Bills would outlaw new designer drugs
Legislators and medical experts are concerned about the rising use of synthetic drugs known as “bath salts,” which cause a cocaine-like high – and in rare instances can cause death.
The stimulant, promoted by some YouTube videos and websites, is not to be confused with everyday bathing products. After smoking, inhaling or injecting the designer drug, users may experience euphoria – as well as nausea, seizures, paranoia and other side effects, experts say.
The side effects can be dangerous and even deadly. A woman in New Orleans, for example, had to have an arm amputated after injecting bath salts at a party. Dozens of people across the United States have died after using the stimulant, officials say.
In 2011, the Virginia General Assembly unanimously approved legislation to criminalize the possession or distribution of certain synthetic drugs. However, the narrowly tailored statute left the door open for new combinations of chemicals.
This year, two bills that target the latest ingredients for making synthetic drugs are moving through the General Assembly:
• House Bill 508, sponsored by Delegate T. Scott Garrett, R-Lynchburg. The House unanimously passed the measure on Tuesday.
• Senate Bill 273, by Sen. Ralph K. Smith, R-Roanoke. (It incorporates SB 223, by Sen. Mark R. Herring, D-Leesburg.) The Senate unanimously approved this legislation on Feb. 10; it is now before the House Courts of Justice Committee.
Virginia legislators aren’t the only officials concerned about synthetic stimulants. In October, the U.S. Drug Enforcement
Administration banned three components of bath salts: mephedrone; 3,4-methylenedioxypyrovalerone (MDPV); and methylone.
“This action demonstrates our commitment to keeping our streets safe from these and other new and emerging drugs that have decimated families, ruined lives and caused havoc in communities across the country,” said DEA Administrator Michele Leonhart.
“These chemicals pose a direct and significant threat, regardless of how they are marketed, and we will aggressively pursue those who attempt their manufacture and sale.”
The bills before the Virginia General Assembly would add a more generic chemical description of synthetic cannabinoids and stimulants to state law, making new combinations illegal.
“This year’s changes will make it more difficult for those who are making and selling these dangerous drugs to skirt our laws,” Herring said.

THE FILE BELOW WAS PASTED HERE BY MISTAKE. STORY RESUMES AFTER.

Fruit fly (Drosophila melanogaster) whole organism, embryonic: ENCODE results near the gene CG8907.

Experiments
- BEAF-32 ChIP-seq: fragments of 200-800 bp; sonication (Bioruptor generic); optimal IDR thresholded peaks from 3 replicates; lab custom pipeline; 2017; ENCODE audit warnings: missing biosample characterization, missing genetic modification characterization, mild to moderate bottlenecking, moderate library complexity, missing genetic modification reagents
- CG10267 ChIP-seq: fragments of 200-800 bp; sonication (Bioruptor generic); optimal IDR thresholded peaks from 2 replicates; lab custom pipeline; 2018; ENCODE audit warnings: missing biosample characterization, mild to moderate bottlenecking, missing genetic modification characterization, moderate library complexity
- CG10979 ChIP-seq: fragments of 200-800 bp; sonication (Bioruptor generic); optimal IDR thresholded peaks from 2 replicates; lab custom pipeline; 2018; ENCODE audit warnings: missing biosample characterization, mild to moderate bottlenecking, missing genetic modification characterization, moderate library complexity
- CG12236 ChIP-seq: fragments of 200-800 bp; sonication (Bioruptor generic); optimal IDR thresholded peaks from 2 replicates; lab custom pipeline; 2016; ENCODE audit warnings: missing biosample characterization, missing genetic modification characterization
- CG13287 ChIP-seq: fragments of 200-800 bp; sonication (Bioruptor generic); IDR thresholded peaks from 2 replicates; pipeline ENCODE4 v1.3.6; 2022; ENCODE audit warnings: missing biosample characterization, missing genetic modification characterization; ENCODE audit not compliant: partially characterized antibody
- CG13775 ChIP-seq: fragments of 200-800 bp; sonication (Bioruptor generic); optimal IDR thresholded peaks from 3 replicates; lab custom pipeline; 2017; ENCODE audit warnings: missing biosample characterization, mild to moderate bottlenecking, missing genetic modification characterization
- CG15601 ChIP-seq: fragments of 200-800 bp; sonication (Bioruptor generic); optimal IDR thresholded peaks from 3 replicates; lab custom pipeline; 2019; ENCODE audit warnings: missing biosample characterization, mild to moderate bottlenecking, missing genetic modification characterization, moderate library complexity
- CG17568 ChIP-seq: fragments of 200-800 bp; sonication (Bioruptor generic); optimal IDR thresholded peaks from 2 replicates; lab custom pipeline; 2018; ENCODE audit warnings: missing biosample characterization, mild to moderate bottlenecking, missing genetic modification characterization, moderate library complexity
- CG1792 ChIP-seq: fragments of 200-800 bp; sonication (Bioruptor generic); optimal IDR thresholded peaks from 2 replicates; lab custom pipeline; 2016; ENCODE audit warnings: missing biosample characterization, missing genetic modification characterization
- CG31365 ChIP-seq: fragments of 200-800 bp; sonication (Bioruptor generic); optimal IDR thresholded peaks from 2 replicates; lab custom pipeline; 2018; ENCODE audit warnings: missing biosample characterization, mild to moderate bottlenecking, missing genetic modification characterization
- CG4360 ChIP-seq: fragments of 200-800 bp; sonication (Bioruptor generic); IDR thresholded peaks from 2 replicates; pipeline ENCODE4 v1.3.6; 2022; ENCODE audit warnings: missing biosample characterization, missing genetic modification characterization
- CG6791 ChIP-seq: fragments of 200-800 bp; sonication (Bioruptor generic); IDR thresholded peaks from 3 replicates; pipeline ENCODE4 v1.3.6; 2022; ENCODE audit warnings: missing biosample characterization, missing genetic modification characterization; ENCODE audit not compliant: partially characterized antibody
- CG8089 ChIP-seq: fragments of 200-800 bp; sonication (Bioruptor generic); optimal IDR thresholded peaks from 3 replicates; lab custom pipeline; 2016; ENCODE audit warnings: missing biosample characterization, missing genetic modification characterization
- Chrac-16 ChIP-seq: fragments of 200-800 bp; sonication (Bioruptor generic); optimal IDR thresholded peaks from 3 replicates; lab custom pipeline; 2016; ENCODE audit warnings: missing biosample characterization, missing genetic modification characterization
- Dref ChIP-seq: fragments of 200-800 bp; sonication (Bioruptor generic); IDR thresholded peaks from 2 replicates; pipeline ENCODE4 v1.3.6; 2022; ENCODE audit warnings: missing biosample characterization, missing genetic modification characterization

In an analysis of SB 273, the Virginia Criminal Sentencing Commission explained that last year’s legislation targeted:
• Synthetic marijuana, sold under such names as K2 and Spice
• Bath salts and other synthetic stimulants, which are marketed under such names as Mystic, Blue Magic and Cloud 9
Such products sometimes are sold on the Internet, in convenience stories and in “head shops,” officials said.
The 2011 law made MDPV and mephedrone Schedule I drugs in Virginia’s Drug Control Act. Possession of a Schedule I drug is a Class 5 felony, punishable by one to 10 years in prison. Sale of a Schedule I drug can draw a 40-year sentence and $500,000 fine.
“Despite these changes, manufacturers continue to circumvent state law by slightly altering the chemical composition of the synthetic cannabinoids. The reformulated substances are then substituted for the currently banned ones,” the sentencing commission’s analysis said.
It said that last summer, Virginia’s state forensic laboratory tested 468 drug samples received from law enforcement agencies statewide. “Only 101 of these samples contained currently banned substances.”
The DEA has received a growing number of reports about bath salts from hospitals, poison control centers and law enforcement agencies across the nation. The drug can cause panic attacks, depression, suicidal thought, delusions and vomiting, medical experts say. It also can trigger a rapid heart rate, which may lead to a heart attack or stroke.
Citizen Staff Reports 07/18/2016
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